Analogous to “doctor shopping,” children practice parent shopping.  My son comes to me and asks if he can play his computer game.  When I say no, he goes and asks his mother.  That is, assuming he hasn’t already asked her.  After all how can I know that I’m not his second chance?

Indeed, if she is in another room and I have to make an immediate decision I should assume a certain positive probability that he has already approached her and she said no.  Assuming that my wife had good reason to say no that inference alone gives me a stronger reason to say no than I already had.  How much stronger?

If its an activity where he has learned from past experience that I am less willing to agree to, then for sure he asked his mother first and she said no.  It’s no wonder I am the tough guy when it comes to those activities.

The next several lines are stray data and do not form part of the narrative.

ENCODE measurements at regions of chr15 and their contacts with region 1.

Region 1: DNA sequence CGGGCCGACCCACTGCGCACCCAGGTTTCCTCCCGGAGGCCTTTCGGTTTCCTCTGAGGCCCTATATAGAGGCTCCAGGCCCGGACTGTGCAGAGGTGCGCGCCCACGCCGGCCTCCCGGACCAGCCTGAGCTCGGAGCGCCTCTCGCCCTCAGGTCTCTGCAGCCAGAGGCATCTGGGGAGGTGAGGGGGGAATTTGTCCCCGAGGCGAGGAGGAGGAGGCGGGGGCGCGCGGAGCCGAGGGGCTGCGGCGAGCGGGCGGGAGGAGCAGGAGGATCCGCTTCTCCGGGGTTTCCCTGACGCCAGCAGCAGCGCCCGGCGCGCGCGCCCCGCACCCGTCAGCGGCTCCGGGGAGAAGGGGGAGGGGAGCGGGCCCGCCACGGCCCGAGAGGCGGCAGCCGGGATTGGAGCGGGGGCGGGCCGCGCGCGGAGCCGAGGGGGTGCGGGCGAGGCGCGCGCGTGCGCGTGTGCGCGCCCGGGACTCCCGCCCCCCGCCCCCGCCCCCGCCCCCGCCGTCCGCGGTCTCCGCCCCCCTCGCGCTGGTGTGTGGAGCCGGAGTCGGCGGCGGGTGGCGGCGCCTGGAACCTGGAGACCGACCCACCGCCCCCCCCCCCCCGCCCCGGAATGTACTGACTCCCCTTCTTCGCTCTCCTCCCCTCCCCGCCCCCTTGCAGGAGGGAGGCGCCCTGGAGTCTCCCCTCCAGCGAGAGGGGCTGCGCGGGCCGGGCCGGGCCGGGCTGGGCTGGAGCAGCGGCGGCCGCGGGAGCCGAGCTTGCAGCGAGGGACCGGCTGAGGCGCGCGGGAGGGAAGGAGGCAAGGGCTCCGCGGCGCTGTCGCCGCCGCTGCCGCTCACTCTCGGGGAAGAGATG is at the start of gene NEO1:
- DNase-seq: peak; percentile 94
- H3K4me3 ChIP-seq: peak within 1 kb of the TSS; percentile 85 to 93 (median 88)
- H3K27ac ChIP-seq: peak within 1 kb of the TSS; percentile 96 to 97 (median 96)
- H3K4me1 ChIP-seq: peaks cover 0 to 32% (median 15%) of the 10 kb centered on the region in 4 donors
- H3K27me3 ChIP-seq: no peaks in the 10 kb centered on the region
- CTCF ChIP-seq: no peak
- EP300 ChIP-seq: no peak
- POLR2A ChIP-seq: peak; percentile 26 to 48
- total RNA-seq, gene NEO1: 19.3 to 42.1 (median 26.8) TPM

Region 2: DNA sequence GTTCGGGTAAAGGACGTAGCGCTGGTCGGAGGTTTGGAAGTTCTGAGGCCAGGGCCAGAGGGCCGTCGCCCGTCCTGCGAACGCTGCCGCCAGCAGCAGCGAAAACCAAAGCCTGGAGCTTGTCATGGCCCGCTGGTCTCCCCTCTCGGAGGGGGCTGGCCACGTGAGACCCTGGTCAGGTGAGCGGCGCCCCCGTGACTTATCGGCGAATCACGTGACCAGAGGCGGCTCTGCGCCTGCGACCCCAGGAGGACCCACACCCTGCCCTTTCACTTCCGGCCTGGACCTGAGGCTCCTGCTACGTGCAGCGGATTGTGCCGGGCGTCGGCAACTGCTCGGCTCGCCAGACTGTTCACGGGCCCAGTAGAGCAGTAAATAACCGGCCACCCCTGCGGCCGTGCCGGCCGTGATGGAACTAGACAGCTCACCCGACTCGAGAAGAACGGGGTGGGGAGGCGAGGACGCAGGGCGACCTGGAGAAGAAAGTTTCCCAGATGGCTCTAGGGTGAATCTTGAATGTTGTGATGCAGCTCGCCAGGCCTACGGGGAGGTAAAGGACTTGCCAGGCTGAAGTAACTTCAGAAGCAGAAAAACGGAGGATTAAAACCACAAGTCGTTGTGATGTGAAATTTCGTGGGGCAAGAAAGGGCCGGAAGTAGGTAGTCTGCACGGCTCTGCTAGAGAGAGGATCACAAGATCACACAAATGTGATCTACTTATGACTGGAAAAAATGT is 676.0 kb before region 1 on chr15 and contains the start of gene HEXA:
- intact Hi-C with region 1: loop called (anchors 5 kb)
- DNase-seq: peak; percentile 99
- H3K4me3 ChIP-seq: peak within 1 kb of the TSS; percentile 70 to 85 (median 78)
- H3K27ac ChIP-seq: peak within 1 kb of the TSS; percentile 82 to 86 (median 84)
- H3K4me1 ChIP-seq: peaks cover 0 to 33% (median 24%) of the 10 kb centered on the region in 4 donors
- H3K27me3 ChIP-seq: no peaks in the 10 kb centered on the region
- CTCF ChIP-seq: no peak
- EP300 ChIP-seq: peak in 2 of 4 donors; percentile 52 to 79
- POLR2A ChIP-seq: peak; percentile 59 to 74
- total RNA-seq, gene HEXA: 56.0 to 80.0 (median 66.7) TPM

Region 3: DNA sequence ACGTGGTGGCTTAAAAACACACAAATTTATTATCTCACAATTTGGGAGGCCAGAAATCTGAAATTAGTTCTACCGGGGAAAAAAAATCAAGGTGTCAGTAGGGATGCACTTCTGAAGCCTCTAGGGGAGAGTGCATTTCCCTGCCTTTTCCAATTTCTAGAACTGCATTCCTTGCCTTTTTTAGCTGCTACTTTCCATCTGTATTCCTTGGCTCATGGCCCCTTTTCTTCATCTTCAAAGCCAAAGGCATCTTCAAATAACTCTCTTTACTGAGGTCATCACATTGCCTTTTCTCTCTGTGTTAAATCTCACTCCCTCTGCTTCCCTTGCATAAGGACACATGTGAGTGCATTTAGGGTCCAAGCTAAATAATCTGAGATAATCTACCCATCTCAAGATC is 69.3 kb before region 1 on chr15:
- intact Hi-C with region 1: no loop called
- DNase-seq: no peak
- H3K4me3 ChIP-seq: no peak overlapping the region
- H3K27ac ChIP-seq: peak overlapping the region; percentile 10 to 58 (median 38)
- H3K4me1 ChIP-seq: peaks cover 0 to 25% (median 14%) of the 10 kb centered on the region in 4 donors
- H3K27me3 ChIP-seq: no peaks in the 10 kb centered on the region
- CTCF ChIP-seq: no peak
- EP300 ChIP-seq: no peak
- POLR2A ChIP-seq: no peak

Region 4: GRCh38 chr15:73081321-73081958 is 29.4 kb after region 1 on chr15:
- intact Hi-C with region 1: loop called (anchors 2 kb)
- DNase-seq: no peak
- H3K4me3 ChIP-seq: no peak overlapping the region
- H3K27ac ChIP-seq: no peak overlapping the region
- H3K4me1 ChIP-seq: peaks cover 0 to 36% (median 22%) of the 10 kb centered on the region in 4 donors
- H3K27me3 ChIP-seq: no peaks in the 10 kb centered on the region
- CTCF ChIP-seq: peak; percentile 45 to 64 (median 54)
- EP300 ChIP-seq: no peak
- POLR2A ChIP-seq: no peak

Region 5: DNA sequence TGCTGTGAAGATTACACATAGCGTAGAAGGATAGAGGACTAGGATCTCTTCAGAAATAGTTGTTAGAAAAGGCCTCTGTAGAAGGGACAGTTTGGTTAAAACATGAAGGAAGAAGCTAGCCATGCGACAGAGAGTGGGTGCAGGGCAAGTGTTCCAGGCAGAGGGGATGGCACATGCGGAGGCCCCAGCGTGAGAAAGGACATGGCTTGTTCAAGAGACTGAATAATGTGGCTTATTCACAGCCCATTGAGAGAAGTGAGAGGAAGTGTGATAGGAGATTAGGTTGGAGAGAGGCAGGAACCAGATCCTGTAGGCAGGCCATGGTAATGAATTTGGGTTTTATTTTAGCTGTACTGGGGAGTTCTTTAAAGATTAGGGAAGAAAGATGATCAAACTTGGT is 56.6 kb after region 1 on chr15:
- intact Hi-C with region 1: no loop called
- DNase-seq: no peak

If its an activity where I am more lenient he’s going to come to me first for sure. But his strategic behavior still influences my answer.  I know that if I say no, he’s going to her next and she’s going to reason exactly as in the previous paragraph. So she’s going to be tougher.  Now sometimes I say no because I am really close to being on the fence and it makes sense to defer the decision to his Mother. Saying no effectively defers that decision because I know he’s going to ask her next.  But now that his Mother is tougher than she would be in the first-best world, I must become a bit more lenient in these marginal cases.

Iterate.

(Addendum:  If you want to know how to combat these ploys, go ask Josh Gans.)

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